The 2006 Thai ADHERE study included 18 medical centres from across Thailand and was conducted using a protocol similar to that in the ADHERE study conducted in the United States. Ten of the medical centres were university hospitals, three were government hospitals, and five were private hospitals. Patients aged ≥ 18 years who were admitted with a primary diagnosis of HF were enrolled. Patients with cardiogenic shock, preoperative HF or HF as a secondary diagnosis, or comorbid conditions were excluded. The principal investigator at each centre was instructed to enrol consecutive patients. Index cases could be newly diagnosed acute HF or chronic HF with decompensation. The diagnosis of HF was verified by a cardiologist in each included case. This study was approved by the institutional review board of each participating hospital. All patients gave written informed consent prior to participation.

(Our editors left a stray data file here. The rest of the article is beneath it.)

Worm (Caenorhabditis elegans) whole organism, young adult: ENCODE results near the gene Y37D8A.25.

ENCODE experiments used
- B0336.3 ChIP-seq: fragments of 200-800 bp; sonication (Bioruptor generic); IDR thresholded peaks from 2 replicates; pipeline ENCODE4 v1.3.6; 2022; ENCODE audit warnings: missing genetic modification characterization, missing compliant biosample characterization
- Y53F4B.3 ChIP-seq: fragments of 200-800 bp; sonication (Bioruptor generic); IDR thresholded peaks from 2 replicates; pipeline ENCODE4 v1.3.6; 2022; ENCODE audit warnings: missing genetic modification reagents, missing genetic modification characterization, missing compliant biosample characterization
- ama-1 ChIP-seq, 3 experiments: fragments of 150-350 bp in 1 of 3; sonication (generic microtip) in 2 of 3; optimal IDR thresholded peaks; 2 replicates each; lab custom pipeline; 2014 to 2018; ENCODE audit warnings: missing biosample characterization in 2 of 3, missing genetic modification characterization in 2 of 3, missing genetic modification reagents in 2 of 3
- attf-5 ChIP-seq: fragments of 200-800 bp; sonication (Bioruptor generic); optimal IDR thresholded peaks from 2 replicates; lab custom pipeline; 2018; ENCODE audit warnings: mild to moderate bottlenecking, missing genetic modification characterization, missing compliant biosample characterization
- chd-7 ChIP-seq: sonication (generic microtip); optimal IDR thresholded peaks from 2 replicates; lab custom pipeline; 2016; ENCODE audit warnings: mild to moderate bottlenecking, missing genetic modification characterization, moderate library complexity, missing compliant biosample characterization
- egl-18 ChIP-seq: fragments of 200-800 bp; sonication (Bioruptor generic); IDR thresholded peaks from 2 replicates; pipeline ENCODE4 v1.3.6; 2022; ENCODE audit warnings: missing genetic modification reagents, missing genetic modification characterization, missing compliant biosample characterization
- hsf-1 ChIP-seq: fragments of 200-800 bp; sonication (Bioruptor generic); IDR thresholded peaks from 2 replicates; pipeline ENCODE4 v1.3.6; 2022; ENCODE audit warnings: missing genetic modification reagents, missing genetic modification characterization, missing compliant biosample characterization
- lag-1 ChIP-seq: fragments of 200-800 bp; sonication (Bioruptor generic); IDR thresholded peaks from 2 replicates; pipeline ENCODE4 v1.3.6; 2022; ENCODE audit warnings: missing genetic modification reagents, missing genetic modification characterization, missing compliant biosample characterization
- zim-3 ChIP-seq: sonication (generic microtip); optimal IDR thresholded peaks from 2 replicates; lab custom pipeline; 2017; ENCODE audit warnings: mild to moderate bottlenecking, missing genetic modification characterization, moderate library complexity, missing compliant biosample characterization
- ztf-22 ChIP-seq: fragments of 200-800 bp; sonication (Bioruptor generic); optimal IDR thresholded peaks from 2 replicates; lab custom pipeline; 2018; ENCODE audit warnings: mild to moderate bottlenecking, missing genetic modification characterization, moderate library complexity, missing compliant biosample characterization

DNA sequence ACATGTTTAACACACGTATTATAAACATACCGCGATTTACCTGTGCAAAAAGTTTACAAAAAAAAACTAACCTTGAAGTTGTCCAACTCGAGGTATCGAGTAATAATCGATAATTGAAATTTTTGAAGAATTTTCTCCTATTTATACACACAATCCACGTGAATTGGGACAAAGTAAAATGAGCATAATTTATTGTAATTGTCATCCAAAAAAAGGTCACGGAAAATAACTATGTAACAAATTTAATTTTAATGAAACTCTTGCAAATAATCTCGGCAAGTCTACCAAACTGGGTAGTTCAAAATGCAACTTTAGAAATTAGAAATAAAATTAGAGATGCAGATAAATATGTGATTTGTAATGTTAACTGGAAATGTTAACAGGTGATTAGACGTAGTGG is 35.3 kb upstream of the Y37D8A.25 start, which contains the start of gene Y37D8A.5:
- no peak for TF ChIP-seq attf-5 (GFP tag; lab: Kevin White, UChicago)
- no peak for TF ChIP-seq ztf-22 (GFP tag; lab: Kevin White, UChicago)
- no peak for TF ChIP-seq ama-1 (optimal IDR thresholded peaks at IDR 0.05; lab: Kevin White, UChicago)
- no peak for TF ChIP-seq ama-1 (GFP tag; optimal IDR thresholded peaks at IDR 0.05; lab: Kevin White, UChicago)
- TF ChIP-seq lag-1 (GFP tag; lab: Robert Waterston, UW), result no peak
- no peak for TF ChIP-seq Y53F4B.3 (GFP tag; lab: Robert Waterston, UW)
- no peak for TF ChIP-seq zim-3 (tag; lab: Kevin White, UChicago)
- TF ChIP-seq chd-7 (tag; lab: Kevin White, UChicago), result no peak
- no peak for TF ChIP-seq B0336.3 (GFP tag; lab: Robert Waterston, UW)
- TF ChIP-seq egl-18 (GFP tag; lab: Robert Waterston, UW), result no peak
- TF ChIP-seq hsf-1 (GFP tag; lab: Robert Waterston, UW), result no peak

The data for this study was derived from the 2006 ADHERE Thailand, with the aim of evaluating short-term (one-year), intermediate-term (five-year) and long-term (ten-year) mortality/survival. Medical record data was collected from first contact at the emergency department to the time of hospital discharge, transfer to another hospital or in-hospital death. The following data was collected and recorded: demographic data; medical history; causes and precipitating causes of HF; clinical presentation; investigations including left ventricular ejection fraction (LVEF); hospital course; medication (oral and intravenous) given prior to, during and at hospital discharge; procedures; and death. An electronic data capture system was used to collect data from the participating medical centres. Data from each site was entered into an electronic case record form in the Web-based system. All data was verified to ensure accuracy and completeness. Longitudinal unique identifier (LUID) software was used to anonymise included patients. Each patient’s LUID was stored in the database and used to track patients’ hospital re-admission and clinical outcomes. In-hospital death and cause of death were recorded from the hospital discharge summary. Out-of-hospital mortality data, including date and cause of death, were collected from death certificates on file at the Thailand Bureau of Registration Administration.